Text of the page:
Skydive for Charlie
The group, mostly mums and dads whose children went to school with 10-year-old Charlie Burns, made the leap over Netheravon, near Salisbury, Wilts, raising £4,000 for Epilepsy Bereaved.
Charlie was a healthy youngster who loved climbing trees and being outdoors until his first ever epilepsy seizure on Friday, October 7, 2011. But despite being checked over by paramedics, seen by his GP and referred to a neurologist, the youngster was found dead in his bed just four days later.
The skydivers – dubbed “Charlie’s angels” – were persuaded to jump by their children who wanted to do something to raise awareness of the risks associated with epilepsy.
Charlie’s mother Jan Burns said: “It was a fantastic day. The weather was really good and everyone who turned up jumped. I think initially they were really nervous, but once they had done it they were absolutely thrilled and people have asked if we will do another one next year.”
The group included two young jumpers, Holly Moffitt and Charlie Warlow, both aged 17, and Charlie’s former childminder Eileen Robinson, who raised £920, the most collected by an individual. Eileen, said she was petrified before the jump and spent the flight praying for a soft landing. “Charlie was with me all the way and my landing was the perfect,” she said. “He was definitely watching over us all.”
Sarah Hirst, the mother of one of Charlie’s school friends who organised the tandem skydive with the Black Knights Royal Artillery display team, was interviewed by BBC Radio Wilts from the dive centre. EB trustee Roger Scrivens, who was presented with a £4,000 cheque from the day, said: “I was both humbled and privileged to witness the enthusiasm and generosity of so many ordinary folk who wanted to pay respects to the short life of Charlie Burns. It is events like this that spread awareness of SUDEP and help reduce future sad losses like the death of Charlie.”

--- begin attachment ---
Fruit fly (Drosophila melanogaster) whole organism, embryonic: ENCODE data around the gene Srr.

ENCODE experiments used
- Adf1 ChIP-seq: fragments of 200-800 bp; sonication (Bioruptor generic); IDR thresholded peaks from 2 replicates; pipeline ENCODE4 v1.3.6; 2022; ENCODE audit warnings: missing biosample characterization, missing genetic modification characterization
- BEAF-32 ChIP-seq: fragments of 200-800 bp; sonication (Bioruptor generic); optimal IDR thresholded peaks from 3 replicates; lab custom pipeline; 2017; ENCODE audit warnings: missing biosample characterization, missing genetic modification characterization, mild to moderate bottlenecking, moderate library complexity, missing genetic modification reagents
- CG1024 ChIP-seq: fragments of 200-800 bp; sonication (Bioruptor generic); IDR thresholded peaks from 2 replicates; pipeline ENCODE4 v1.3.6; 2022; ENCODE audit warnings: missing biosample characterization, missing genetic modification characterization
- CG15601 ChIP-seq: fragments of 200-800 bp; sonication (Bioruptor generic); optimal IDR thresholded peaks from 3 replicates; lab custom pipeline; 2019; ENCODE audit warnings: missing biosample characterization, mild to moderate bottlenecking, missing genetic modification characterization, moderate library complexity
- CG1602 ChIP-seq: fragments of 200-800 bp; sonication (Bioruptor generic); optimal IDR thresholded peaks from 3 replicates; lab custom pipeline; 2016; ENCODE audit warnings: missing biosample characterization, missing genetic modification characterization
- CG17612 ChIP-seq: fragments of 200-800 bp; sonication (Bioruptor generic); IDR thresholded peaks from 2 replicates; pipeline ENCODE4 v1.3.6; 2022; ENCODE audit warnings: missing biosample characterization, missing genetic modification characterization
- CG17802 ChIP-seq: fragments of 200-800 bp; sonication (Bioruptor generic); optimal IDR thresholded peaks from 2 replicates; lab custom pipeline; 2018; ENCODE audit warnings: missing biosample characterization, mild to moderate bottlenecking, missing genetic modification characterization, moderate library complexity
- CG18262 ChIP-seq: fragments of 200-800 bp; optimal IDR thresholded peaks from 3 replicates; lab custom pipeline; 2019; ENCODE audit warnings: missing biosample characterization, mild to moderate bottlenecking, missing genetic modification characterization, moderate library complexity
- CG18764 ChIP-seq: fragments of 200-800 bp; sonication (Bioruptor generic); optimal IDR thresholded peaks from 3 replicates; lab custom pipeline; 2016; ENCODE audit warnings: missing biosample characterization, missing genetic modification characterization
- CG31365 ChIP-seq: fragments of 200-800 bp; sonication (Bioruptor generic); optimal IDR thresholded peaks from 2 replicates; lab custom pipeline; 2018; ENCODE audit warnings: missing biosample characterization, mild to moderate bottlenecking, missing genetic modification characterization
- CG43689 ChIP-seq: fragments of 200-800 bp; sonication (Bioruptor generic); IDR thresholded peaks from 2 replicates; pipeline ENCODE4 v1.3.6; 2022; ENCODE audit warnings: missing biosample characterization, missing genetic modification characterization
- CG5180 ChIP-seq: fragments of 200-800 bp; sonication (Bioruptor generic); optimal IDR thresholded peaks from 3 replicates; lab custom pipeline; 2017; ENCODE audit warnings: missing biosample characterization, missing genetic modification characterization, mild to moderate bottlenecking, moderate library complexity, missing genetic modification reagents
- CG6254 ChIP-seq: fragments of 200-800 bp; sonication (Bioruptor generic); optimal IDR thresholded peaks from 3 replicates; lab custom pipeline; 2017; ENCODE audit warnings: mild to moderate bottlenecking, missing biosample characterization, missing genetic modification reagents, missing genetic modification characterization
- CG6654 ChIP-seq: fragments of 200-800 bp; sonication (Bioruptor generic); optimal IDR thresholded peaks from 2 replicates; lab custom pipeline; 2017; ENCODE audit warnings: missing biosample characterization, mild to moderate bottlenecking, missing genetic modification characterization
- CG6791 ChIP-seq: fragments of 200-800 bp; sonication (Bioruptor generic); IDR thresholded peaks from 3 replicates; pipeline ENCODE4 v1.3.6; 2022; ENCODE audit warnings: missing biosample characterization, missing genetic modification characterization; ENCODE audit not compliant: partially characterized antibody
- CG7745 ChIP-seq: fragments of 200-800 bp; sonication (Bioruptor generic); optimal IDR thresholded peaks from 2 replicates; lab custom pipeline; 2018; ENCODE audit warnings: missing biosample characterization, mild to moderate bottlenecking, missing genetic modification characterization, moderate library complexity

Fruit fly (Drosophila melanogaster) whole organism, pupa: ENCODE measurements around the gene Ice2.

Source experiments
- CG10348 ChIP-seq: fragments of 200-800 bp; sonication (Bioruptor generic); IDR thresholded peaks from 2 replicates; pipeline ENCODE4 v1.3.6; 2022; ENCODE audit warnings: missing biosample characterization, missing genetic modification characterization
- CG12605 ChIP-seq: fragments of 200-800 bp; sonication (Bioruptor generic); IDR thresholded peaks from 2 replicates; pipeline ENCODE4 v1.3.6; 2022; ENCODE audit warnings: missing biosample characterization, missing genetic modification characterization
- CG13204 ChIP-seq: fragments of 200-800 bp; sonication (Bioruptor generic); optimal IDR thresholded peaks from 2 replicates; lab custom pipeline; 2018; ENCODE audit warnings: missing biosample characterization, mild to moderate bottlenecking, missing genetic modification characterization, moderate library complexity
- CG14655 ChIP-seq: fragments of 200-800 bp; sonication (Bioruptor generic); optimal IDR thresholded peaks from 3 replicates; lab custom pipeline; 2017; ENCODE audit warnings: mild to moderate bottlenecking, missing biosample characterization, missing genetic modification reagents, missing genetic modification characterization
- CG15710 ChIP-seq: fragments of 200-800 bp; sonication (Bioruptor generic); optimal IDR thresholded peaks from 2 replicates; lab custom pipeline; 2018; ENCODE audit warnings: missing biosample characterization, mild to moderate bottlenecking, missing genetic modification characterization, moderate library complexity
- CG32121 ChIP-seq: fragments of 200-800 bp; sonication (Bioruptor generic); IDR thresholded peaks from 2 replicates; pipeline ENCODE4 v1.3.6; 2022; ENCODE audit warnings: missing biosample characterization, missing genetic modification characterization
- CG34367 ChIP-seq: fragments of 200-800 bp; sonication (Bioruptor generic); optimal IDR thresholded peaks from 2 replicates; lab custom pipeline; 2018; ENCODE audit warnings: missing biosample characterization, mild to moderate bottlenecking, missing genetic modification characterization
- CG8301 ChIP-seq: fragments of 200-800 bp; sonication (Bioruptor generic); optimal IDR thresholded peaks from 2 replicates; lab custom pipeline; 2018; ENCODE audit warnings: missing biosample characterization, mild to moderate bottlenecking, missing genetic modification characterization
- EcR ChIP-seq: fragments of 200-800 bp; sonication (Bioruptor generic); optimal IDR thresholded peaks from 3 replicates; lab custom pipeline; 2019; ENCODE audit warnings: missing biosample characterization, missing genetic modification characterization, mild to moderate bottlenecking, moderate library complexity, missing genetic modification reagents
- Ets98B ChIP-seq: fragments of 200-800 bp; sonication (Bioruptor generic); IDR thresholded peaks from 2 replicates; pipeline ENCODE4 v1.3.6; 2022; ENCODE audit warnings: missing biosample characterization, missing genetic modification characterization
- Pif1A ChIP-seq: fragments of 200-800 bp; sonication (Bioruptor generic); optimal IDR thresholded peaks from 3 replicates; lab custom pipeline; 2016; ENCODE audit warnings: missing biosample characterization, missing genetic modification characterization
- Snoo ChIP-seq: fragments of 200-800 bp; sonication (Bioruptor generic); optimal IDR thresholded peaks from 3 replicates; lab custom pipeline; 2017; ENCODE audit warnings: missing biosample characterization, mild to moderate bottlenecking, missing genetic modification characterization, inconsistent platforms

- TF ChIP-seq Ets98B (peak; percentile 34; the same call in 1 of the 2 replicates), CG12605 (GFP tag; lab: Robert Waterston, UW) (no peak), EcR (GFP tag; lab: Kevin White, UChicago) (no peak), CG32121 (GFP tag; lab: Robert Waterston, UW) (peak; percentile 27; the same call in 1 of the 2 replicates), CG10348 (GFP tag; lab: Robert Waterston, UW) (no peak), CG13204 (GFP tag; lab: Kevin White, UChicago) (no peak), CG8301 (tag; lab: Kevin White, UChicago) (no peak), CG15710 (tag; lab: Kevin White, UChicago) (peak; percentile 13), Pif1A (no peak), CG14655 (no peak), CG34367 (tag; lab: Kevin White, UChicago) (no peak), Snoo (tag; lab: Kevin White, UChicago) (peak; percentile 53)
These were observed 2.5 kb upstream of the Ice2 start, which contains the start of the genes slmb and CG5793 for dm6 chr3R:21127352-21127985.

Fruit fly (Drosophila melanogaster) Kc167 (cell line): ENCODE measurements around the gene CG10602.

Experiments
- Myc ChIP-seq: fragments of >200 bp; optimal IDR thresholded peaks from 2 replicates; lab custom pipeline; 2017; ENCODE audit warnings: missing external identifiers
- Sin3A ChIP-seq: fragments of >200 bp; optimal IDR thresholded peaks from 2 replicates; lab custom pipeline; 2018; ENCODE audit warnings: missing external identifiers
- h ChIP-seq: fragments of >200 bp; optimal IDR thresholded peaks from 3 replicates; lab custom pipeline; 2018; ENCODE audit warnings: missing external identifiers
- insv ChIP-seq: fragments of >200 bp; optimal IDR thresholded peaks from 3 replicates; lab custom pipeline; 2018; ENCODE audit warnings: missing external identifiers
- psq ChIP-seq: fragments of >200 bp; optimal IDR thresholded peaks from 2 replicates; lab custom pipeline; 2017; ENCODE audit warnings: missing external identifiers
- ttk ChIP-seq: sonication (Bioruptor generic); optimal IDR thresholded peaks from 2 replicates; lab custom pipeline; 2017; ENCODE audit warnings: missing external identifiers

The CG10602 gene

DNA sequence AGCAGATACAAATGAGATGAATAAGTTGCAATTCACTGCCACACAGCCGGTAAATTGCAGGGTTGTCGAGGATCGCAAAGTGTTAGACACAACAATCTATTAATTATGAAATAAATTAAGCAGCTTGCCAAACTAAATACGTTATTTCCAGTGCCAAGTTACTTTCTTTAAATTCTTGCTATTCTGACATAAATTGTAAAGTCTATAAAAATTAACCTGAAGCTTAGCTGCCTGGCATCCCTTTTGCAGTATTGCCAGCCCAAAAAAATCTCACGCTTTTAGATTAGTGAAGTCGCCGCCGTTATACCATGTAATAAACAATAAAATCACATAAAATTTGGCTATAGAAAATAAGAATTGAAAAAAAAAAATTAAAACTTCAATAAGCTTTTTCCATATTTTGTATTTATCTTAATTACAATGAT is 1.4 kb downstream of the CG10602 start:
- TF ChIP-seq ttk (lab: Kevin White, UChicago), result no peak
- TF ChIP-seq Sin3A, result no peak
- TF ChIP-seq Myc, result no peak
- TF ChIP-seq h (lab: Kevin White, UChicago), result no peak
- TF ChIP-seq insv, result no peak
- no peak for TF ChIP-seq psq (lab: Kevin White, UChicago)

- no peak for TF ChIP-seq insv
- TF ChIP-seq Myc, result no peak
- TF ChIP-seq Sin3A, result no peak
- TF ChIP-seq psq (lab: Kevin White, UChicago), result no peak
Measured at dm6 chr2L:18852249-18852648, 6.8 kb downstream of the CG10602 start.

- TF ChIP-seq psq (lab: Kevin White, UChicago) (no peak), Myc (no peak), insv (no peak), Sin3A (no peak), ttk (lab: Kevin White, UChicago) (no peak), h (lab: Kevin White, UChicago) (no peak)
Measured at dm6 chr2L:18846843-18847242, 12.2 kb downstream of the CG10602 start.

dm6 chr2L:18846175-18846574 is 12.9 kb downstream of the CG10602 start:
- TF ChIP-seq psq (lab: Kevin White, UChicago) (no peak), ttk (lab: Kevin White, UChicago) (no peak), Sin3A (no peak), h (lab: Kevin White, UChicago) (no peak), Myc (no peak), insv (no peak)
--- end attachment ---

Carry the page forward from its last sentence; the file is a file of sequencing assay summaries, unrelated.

The Burns family decided to support Epilepsy Bereaved because it is the only charity in the UK dedicated to preventing Sudden Unexpected Death in Epilepsy (SUDEP) and other seizure related deaths. SUDEP is the term used when someone with epilepsy dies suddenly – often after a seizure that involves a loss of consciousness. It claims more than 500 lives in the UK each year – more than AIDS and cot death combined – yet few people have ever heard of it.
Charlie’s story was raised in the Commons by Conservative MP Claire Perry who called for a national register of epilepsy deaths to highlight the scale of the problem.
Said Barrie: “Our aim is to raise awareness of SUDEP, and make medical authorities recognise the importance of early sightings of seizures. It worked for cot death and yet more die from SUDEP each year. All the money we raise will go directly to EB for research.”
• The Burns family also recently held a bag pack at Tesco in Amesbury, raising £555 towards the total.